With A Black Mile to the Surface, Manchester Orchestra comes almost frustratingly close to delivering the second complete masterpiece album of their career, but the places where it falls short of that distinction are important ones that leave the album further away than previous efforts since Mean Everything To Nothing. However, that does not mean the Atlanta band's fifth album is not an effort worthy of maintaining their status as one of the best Rock bands, not to mention frontman Andy Hull as one of the most singular and impressive creative voices in the game today. Nowhere is this more evident than on the album's second track, 'The Gold,' which is among the band's most remarkably beautiful efforts to date and belongs in the discussion of Hull's finest work.

When reflecting upon Manchester Orchestra’s place in the music landscape today, it is absolutely vital to take a step back to appreciate the band’s enviable accomplishments up to this point, taking into consideration their surprising youth. Despite Hull only being 30 years old, A Black Mile to the Surface is already the band’s fifth full-length album (sixth including Cope’s acoustic reimagining, Hope), starting with their powerful 2006 debut I’m Like a Virgin Losing a Child and 2009 breakthrough masterpiece follow-up Mean Everything to Nothing.

Hull is absolutely a much older man at heart than his actual age, though, and this fact is abundantly clear on every moment of A Black Mile To The Surface. The album is Hull’s first since becoming a father, and this momentous change in his life manifests itself in his increased self-reflection and musical calculation. At its best, the resulting compositions are remarkably heartfelt, exposed, and touching.

The primary issue with A Black Mile to the Surface as a whole comes down to momentum. Throughout the album there are small multi-song progressions that build upon each other beautifully. However, this momentum is undercut on several instances. Where Manchester Orchestra has previously shown an almost unmatched ability to build to and flow from multiple massive three to four song crescendos within an album, these moments on A Black Mile to the Surface feel more singular.

It is clear that Hull’s songwriting on this album took great focus on building songs up to sweeping and cinematic heights, and there are many of these to be had. What is ultimately missing, though, are those Manchester Orchestra songs, like ‘Shake It Out’ off Mean Everything to Nothing, that strap the listener to a rocket and propelled the album toward the eventual crescendo moment. Instead, things tend to slow back down and build back up again from nothing.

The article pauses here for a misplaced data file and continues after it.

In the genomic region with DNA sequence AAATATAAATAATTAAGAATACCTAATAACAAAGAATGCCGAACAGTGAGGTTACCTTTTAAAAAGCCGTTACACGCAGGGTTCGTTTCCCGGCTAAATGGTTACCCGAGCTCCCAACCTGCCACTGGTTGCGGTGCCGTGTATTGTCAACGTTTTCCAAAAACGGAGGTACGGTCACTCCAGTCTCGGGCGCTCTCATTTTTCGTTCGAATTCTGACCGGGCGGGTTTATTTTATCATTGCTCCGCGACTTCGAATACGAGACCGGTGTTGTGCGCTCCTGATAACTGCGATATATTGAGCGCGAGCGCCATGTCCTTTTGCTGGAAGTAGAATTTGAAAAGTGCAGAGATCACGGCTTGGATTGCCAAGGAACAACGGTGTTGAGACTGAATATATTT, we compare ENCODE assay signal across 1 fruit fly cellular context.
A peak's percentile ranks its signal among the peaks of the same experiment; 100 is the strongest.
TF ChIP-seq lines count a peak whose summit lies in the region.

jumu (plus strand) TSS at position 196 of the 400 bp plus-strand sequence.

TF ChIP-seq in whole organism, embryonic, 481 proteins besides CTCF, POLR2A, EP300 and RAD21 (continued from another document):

Worse, though, is the baffling halt of momentum created by the inclusion of ‘The Sunshine’ as a meandering interlude of sorts between what would be the perfectly-paired ‘The Alien’ and ‘The Grocery’. This jarring sequence’s place in the middle of A Black Mile to the Surface, after a strong first half, starts the push toward the end of the album of a bad foot. These songs are still undoubtedly worthy efforts on their own, but never feel connected as the building blocks of a great Manchester Orchestra album.

For an album as stripped down, scaled back, and introspectively personal as A Black Mile to the Surface, there are also moments throughout the album where would-be powerful moments are not allowed the space to breathe necessary for them to land as they should. This is most clearly shown on ‘The Mistake’, where spacey keys and vocals tag the end of lines that should be allowed to ring.

A Black Mile to the Surface is far from a bad album. In fact, it’s a solid album that at times achieves remarkably beautiful and powerful things. However, it does not hold up to the unbelievably high bar set by Manchester Orchestra’s previous work. That said, though, the heights of the album do more to show the potential the band has in moving this direction than the hiccups do to detract from it.

A Black Mile to the Surface is not ultimately the kind of cohesive and singularly classic album that Manchester Orchestra has shown the ability to create. However, the bold new steps Andy Hull and company take on it seem likely to be the building blocks upon which they build their next classic.